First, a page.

The decision by Democratic sponsors to pull their public option legislation creating a Colorado Plan on the Health Care Exchange, while understandable, may further undermine a health care system at imminent risk of imploding. Beneath the shadow thrown across public health and our economic life, the argument for providing universal access to medical insurance is gaining strength. Setting aside for the moment precisely how such access might be structured as well as how it should be financed, it is apparent that placing a price tag on health care produces a medical risk for all of us. The COVID-19 pandemic has arrived as an equal opportunity stalker.
When the Affordable Care Act (ACA) was adopted a decade ago, it included formation of Health Care Co-ops as a more politically palatable substitute for public option insurance programs. The Colorado Health-OP was launched with a streamlined network of providers and attractive premiums. Tens of thousands of Coloradans enrolled, and their word of mouth testimonials expanded membership each year. Within the ACA’s many market-shaping provisions, risk corridor reimbursements were guaranteed to assist insurers with higher medical risk profiles. When Republican majorities in Congress repealed the risk corridor payments, all but one co-op, which pre-existed the ACA, were propelled into bankruptcy. Marco Rubio and Ted Cruz bragged during their 2016 presidential campaigns about “…killing Obamacare.”
In the case of the Colorado Health-OP this annual payment had grown to nearly $50 million dollars. No startup can survive that large a hole suddenly snatched from its budgeted revenues. Last month the U. S. Supreme Court ruled this repeal of a previous commitment from Congress represented an unconstitutional abrogation of contract law. This ruling arrives five years too late to save the co-ops. Total reimbursements now owed to carriers in Colorado could reach $250-300 million. There promises to be a legal squabble about who gets how much that could drag on for several years, but Attorney General Phil Weiser could step in to referee a settlement. A piece of the pie has accrued to taxpayers and could be reserved to kickstart a reshaped public option.
The design of a statewide public option will have to be modified to reflect post-virus fiscal fallout in the health care industry. Shifting costs onto Colorado hospitals made a modest kind of sense when they were generating grotesque profits, but their treasuries are being swiftly drained. Health Affairs Blog carried an essay last week by Gregg Bloche and Daniel Winkler that begins with the observation, “Our nation’s system of mostly private health care financing is at risk for a COVID-19 caused meltdown in the weeks and months ahead. For our nation’s hospitals and the patients they serve, the consequences could be grievous.” Hundreds of billions of dollars have already been included to prop up hospitals but more will be needed. The costs of virus care are now estimated at two-thirds of a trillion dollars and rising.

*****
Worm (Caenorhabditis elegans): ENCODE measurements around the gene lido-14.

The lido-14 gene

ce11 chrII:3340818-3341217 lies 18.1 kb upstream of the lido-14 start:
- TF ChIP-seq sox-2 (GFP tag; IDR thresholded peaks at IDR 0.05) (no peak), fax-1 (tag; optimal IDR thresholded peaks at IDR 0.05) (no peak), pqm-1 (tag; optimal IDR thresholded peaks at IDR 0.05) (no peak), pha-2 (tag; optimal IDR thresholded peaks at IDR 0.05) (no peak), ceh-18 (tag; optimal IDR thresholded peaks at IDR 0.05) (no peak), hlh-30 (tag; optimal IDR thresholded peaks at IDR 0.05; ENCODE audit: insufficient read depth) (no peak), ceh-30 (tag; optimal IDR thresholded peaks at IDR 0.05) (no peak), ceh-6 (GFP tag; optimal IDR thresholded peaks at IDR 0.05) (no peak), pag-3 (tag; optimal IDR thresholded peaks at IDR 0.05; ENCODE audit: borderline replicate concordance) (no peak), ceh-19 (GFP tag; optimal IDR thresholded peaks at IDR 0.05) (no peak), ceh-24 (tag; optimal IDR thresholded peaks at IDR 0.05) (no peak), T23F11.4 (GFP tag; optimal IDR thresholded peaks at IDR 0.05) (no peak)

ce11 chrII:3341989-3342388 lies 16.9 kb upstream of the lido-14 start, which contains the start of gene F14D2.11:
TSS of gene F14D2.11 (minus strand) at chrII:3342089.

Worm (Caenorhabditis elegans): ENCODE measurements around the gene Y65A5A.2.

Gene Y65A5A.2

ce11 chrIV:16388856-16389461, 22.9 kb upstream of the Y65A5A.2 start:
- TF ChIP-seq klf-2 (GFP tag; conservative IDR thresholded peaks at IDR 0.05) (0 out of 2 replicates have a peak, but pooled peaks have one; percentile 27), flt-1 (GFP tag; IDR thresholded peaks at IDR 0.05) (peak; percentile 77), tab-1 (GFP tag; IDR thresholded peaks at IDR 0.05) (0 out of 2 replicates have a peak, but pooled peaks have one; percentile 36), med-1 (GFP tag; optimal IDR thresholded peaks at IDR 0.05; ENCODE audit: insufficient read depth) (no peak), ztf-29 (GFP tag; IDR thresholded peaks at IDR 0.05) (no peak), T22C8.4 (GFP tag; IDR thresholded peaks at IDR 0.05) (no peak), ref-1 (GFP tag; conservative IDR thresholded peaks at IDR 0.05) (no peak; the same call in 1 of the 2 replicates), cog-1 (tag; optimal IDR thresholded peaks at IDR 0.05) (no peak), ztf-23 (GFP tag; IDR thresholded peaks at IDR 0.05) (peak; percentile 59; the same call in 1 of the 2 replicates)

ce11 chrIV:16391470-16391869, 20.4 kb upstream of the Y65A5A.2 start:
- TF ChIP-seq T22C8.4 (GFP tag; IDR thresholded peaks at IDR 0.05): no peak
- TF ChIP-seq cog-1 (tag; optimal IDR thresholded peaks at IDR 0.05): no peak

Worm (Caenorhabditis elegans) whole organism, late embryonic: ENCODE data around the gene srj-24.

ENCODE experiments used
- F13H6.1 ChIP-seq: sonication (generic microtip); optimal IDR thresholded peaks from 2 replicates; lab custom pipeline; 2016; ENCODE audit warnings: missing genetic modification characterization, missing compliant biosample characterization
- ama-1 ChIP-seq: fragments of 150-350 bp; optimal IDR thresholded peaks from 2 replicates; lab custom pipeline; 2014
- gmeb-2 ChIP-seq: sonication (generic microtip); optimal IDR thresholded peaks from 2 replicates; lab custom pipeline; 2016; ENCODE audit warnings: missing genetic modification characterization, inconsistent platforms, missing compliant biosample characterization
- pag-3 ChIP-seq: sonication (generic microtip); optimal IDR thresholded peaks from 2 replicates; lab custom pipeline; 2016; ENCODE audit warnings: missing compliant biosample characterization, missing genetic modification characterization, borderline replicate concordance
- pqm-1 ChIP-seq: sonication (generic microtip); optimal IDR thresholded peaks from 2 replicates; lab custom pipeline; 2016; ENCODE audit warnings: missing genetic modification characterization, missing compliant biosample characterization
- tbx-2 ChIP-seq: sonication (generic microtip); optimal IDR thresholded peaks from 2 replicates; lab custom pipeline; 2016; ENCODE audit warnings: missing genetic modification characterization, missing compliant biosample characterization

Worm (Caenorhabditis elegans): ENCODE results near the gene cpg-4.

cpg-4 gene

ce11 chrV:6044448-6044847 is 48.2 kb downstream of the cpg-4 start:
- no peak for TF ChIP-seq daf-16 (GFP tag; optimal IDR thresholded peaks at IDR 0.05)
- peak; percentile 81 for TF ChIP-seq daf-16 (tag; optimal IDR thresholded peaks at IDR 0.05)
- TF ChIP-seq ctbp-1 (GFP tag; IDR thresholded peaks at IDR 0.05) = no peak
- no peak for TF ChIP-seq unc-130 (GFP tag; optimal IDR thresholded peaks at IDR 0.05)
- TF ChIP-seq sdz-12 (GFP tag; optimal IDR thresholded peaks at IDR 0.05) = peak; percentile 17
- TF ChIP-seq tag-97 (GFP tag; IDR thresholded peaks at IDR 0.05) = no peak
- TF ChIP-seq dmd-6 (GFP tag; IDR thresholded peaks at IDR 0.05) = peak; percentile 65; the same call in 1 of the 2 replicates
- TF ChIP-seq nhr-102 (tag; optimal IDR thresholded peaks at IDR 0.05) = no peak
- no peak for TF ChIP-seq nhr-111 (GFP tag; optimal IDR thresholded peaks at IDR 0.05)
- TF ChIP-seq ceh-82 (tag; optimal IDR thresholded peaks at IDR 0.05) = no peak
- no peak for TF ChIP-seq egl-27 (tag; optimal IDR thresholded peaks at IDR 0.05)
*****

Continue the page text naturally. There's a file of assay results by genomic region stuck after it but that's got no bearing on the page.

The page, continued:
The frailty of the employer-based health insurance system is being revealed in real time. Two thirds of insured Americans receive their coverage through their employers and two thirds of those plans are actually self-insurance pools managed by third-party administrators. Providers, including hospitals, are caught in a pincer between furloughed and laid off workers who have lost coverage and must be treated for free, while employers are relying on "stop-loss" agreements as a form of reinsurance against unusual losses. This is a rickety edifice of suspect value as claims explode.
Bloche and Winkler conclude, “This is the stuff of potential economic and medical meltdown: potentially hundreds of billions of dollars of debt, owed to hospitals on the financial edge, by health insurers and employers struggling to survive.” They recommend an immediate creation of a federally guaranteed, low interest loan program designed to keep insurers and employers afloat. This also appears to be the direction Congress is likely to take. Eric Levitz explains in a recent column for New York magazine that nearly half the economic contraction experienced in the first quarter of 2020 was attributable to losses in the health care sector at the same time our hospitals were overflowing with COVID-19 victims. Rather than expanding federal Medicare and Medicaid programs, Republicans seem inclined to agree to bailing out employer-based plans. This will only postpone the day of reckoning for medical providers.
Levitz fears “… there are few signs that COVID-19 is curing what ails our health care politics.” Huge premium increases next year will be unavoidable for those still insured but they will arrive at a time when most family finances will be stretched thin. There remains a place for a public option insurance choice in a post-virus Colorado, but its design will prove complicated. Requiring all insurers on the Health Care Exchange to offer the public option plan has merit. Who pays? Who knows?
Miller Hudson is a public affairs consultant and a former legislator. He can be reached at email@example.com.